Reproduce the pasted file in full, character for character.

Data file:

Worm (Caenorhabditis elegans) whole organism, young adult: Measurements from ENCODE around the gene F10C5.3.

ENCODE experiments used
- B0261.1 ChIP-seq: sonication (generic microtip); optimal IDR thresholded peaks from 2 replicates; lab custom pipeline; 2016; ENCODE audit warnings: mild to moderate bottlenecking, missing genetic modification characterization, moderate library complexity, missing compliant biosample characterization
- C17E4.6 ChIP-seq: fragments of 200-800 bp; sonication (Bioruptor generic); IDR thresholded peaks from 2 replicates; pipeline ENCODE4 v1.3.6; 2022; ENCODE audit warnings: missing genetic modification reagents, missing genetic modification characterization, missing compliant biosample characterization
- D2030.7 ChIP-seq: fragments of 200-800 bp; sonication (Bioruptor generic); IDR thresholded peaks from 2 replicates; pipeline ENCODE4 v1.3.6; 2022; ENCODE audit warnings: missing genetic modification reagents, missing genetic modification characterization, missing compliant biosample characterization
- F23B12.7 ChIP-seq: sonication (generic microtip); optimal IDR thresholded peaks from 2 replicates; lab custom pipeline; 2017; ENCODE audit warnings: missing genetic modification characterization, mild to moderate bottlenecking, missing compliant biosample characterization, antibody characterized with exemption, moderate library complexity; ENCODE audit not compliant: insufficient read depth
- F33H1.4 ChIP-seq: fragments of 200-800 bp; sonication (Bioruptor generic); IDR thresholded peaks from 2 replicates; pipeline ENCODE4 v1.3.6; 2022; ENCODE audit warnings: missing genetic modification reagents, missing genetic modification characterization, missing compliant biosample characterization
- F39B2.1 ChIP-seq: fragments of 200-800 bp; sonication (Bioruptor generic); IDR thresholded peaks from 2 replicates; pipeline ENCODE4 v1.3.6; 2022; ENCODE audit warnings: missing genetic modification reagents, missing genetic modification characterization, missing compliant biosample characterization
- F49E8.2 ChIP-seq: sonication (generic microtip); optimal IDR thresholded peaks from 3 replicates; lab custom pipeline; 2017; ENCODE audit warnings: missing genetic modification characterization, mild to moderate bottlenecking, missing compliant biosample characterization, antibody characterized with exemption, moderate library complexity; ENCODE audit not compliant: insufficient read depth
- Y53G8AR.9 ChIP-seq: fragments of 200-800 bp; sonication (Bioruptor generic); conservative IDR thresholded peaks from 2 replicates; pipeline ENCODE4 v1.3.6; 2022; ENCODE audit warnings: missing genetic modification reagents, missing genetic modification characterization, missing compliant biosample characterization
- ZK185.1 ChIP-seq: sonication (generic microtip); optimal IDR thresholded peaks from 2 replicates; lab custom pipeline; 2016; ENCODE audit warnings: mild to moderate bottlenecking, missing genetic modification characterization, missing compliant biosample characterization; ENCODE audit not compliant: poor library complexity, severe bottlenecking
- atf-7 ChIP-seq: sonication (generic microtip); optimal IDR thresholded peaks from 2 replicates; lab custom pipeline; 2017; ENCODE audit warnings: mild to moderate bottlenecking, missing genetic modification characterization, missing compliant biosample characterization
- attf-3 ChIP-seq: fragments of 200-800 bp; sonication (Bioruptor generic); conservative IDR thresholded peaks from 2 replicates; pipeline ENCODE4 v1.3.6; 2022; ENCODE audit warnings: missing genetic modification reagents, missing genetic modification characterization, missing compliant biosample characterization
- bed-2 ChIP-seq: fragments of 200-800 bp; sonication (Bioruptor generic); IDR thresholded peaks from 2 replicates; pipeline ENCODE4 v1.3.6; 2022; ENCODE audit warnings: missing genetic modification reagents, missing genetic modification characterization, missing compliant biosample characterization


Worm (Caenorhabditis elegans) whole organism, young adult: Measurements from ENCODE around the gene F10C5.3.

ENCODE experiments used
- B0261.1 ChIP-seq: sonication (generic microtip); optimal IDR thresholded peaks from 2 replicates; lab custom pipeline; 2016; ENCODE audit warnings: mild to moderate bottlenecking, missing genetic modification characterization, moderate library complexity, missing compliant biosample characterization
- C17E4.6 ChIP-seq: fragments of 200-800 bp; sonication (Bioruptor generic); IDR thresholded peaks from 2 replicates; pipeline ENCODE4 v1.3.6; 2022; ENCODE audit warnings: missing genetic modification reagents, missing genetic modification characterization, missing compliant biosample characterization
- D2030.7 ChIP-seq: fragments of 200-800 bp; sonication (Bioruptor generic); IDR thresholded peaks from 2 replicates; pipeline ENCODE4 v1.3.6; 2022; ENCODE audit warnings: missing genetic modification reagents, missing genetic modification characterization, missing compliant biosample characterization
- F23B12.7 ChIP-seq: sonication (generic microtip); optimal IDR thresholded peaks from 2 replicates; lab custom pipeline; 2017; ENCODE audit warnings: missing genetic modification characterization, mild to moderate bottlenecking, missing compliant biosample characterization, antibody characterized with exemption, moderate library complexity; ENCODE audit not compliant: insufficient read depth
- F33H1.4 ChIP-seq: fragments of 200-800 bp; sonication (Bioruptor generic); IDR thresholded peaks from 2 replicates; pipeline ENCODE4 v1.3.6; 2022; ENCODE audit warnings: missing genetic modification reagents, missing genetic modification characterization, missing compliant biosample characterization
- F39B2.1 ChIP-seq: fragments of 200-800 bp; sonication (Bioruptor generic); IDR thresholded peaks from 2 replicates; pipeline ENCODE4 v1.3.6; 2022; ENCODE audit warnings: missing genetic modification reagents, missing genetic modification characterization, missing compliant biosample characterization
- F49E8.2 ChIP-seq: sonication (generic microtip); optimal IDR thresholded peaks from 3 replicates; lab custom pipeline; 2017; ENCODE audit warnings: missing genetic modification characterization, mild to moderate bottlenecking, missing compliant biosample characterization, antibody characterized with exemption, moderate library complexity; ENCODE audit not compliant: insufficient read depth
- Y53G8AR.9 ChIP-seq: fragments of 200-800 bp; sonication (Bioruptor generic); conservative IDR thresholded peaks from 2 replicates; pipeline ENCODE4 v1.3.6; 2022; ENCODE audit warnings: missing genetic modification reagents, missing genetic modification characterization, missing compliant biosample characterization
- ZK185.1 ChIP-seq: sonication (generic microtip); optimal IDR thresholded peaks from 2 replicates; lab custom pipeline; 2016; ENCODE audit warnings: mild to moderate bottlenecking, missing genetic modification characterization, missing compliant biosample characterization; ENCODE audit not compliant: poor library complexity, severe bottlenecking
- atf-7 ChIP-seq: sonication (generic microtip); optimal IDR thresholded peaks from 2 replicates; lab custom pipeline; 2017; ENCODE audit warnings: mild to moderate bottlenecking, missing genetic modification characterization, missing compliant biosample characterization
- attf-3 ChIP-seq: fragments of 200-800 bp; sonication (Bioruptor generic); conservative IDR thresholded peaks from 2 replicates; pipeline ENCODE4 v1.3.6; 2022; ENCODE audit warnings: missing genetic modification reagents, missing genetic modification characterization, missing compliant biosample characterization
- bed-2 ChIP-seq: fragments of 200-800 bp; sonication (Bioruptor generic); IDR thresholded peaks from 2 replicates; pipeline ENCODE4 v1.3.6; 2022; ENCODE audit warnings: missing genetic modification reagents, missing genetic modification characterization, missing compliant biosample characterization